Airlines are being forced to operate “almost empty” flights amid the coronavirus outbreak in order to hang onto their airport slots.
Current rules state that carriers must use at least 80 per cent of their allocated slots or risk losing them to rival airlines.
While this rule has been relaxed for flights to and from mainland China and Hong Kong, it still applies to all other destinations, including Italy and South Korea, both of which have seen hugely reduced demand as travellers stay away.
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Transport Secretary Grant Shapps has written to Airport Co-ordination Ltd (ACL), the body responsible for slot allocation, urging it to relax the 80/20 rule to avoid unnecessary cost and carbon emissions.
“I am particularly concerned that, in order to satisfy the 80/20 rule, airlines may be forced to fly aircraft at very low load factors, or even empty, in order to retain their slots,” he wrote in an open letter shared on Twitter.
“Such a scenario is not acceptable. It is not in the industry’s, the passengers’ or the environment’s interest and must be avoided.”
Virgin Atlantic CEO Shai Weiss has also argued for a suspension of the normal slot allocation rules.
“Passenger demand for air travel has dramatically fallen due to COVID-19 and in some instances we are being forced to fly almost empty planes or lose our valuable slots,” he said.
“In the aftermath of 9/11 and following the outbreak of SARS, slot rules were quickly relaxed. Yet today, where the demand impact is greater, we only see short-term alleviation on slots used to fly to China and Hong Kong.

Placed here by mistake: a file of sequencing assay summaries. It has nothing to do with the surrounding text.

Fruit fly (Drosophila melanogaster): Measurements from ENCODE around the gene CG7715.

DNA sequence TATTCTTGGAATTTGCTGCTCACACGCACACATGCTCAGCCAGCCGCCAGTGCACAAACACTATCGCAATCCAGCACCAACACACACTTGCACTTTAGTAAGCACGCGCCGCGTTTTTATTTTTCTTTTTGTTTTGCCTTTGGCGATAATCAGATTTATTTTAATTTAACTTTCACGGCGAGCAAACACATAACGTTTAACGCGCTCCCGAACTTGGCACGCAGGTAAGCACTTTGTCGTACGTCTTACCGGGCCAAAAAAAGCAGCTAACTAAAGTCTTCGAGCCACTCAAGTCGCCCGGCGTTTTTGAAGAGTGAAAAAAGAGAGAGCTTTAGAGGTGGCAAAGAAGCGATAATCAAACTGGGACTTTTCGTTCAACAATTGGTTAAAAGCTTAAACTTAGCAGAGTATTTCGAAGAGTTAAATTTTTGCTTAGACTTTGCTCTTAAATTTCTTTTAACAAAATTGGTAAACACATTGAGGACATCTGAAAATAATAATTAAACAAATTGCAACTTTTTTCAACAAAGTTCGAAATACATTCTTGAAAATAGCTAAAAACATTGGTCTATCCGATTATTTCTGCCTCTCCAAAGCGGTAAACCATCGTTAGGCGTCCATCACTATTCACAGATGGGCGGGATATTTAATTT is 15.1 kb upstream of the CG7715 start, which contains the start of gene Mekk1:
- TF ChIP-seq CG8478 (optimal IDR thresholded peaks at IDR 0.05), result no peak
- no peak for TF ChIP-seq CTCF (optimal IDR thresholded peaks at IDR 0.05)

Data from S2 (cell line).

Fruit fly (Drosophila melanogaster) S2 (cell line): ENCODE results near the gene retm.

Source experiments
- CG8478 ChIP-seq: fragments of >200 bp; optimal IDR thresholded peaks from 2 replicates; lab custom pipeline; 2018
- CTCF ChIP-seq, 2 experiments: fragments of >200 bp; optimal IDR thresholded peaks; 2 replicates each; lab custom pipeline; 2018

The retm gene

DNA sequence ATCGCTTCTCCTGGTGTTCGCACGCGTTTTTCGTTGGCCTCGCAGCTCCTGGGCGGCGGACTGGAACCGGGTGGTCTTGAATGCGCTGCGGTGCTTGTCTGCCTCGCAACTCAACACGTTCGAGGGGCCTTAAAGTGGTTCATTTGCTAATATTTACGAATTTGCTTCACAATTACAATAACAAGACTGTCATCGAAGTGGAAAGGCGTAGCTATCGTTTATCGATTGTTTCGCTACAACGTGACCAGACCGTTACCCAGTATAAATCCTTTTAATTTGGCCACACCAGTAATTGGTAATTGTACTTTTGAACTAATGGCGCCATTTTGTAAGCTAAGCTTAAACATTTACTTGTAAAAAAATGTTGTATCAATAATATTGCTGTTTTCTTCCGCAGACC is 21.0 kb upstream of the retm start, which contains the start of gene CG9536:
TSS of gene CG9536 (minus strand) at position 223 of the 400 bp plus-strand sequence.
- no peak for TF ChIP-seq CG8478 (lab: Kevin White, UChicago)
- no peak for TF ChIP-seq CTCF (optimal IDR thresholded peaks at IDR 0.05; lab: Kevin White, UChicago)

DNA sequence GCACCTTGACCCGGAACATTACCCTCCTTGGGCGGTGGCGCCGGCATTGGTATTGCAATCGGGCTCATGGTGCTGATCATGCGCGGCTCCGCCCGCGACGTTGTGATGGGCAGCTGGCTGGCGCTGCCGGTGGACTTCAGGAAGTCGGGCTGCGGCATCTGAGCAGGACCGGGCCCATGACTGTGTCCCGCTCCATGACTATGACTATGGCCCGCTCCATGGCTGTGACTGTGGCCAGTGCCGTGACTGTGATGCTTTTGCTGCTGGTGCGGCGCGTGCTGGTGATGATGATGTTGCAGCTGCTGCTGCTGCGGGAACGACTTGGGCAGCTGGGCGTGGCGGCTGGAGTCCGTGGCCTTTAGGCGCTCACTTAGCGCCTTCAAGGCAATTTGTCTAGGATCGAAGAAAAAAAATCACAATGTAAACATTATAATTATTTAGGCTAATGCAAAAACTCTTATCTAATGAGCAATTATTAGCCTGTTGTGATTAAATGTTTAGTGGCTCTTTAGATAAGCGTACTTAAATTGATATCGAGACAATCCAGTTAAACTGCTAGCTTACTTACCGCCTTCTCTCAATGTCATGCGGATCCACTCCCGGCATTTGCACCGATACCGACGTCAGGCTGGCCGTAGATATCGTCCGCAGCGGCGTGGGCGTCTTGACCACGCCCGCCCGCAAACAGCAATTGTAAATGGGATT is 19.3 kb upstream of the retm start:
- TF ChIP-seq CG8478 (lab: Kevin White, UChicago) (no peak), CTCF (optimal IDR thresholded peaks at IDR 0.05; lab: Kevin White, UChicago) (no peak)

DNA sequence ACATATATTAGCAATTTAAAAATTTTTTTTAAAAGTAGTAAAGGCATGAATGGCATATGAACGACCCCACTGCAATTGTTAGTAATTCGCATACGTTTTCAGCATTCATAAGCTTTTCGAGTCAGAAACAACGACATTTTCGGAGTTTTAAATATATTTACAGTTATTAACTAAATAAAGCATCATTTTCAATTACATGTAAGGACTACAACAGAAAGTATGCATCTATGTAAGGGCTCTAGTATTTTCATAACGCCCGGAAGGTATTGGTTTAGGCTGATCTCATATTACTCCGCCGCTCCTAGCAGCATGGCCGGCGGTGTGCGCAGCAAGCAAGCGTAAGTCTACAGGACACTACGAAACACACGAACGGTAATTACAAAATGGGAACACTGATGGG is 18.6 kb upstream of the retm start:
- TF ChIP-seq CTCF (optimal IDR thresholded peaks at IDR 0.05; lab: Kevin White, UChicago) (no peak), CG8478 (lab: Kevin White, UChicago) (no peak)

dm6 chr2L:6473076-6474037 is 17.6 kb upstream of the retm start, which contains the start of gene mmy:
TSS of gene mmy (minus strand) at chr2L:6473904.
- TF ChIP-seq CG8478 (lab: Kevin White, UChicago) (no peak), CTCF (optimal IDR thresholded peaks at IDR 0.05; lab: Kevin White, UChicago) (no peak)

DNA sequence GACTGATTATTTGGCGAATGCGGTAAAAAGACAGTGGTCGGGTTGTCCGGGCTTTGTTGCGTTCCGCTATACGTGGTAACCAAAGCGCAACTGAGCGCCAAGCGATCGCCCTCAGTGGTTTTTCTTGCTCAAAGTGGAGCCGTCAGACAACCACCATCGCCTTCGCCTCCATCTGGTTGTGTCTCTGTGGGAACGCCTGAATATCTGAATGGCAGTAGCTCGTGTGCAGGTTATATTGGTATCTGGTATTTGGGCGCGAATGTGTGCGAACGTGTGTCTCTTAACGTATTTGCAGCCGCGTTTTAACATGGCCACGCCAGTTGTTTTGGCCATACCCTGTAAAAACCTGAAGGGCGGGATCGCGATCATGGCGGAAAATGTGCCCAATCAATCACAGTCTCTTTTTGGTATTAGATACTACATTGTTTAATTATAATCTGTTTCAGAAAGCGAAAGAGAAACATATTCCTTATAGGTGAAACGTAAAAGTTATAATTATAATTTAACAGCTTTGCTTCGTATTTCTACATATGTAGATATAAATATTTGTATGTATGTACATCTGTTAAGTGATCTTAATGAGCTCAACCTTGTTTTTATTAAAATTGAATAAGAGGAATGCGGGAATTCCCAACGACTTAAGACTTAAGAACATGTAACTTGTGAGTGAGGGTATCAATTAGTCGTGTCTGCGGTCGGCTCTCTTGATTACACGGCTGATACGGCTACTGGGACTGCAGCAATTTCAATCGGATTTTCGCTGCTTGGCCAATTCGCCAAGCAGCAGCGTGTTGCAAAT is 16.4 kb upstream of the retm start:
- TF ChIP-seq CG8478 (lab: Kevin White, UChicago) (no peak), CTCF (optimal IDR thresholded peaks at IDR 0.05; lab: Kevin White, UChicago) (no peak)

“Given the almost unprecedented impact on global passenger demand, the UK slot co-ordinator and the European Commission need to now urgently relax the rules for the whole summer.
“Common sense must prevail.”
Airlines UK, the trade body for UK airlines, said that one of its members will have to operate 32 flights between now and 25 March with an average load factor of 40 per cent, accounting for more than 5,200 empty seats, unless the rules are changed.
“The impact of coronavirus on demand has meant that airlines are having to cancel some routes and re-think their schedules,” said Tim Alderslade, chief executive of Airlines UK.
“However the ‘use it or lose it’ rule on airport slots – an airline’s right to take-off from a certain airport at a certain time – means that carriers are being forced to fly half-empty planes or risk losing that take-off slot in future, seriously affecting their ability to plan ahead.
“It makes no sense whatsoever under these unique and challenging circumstances to force airlines to fly empty aircraft, wasting money and fuel and creating carbon emissions.
“We urgently need a temporary suspension of the rule – as happened during the financial crisis – to allow airlines to respond to demand and use their aircraft efficiently”.
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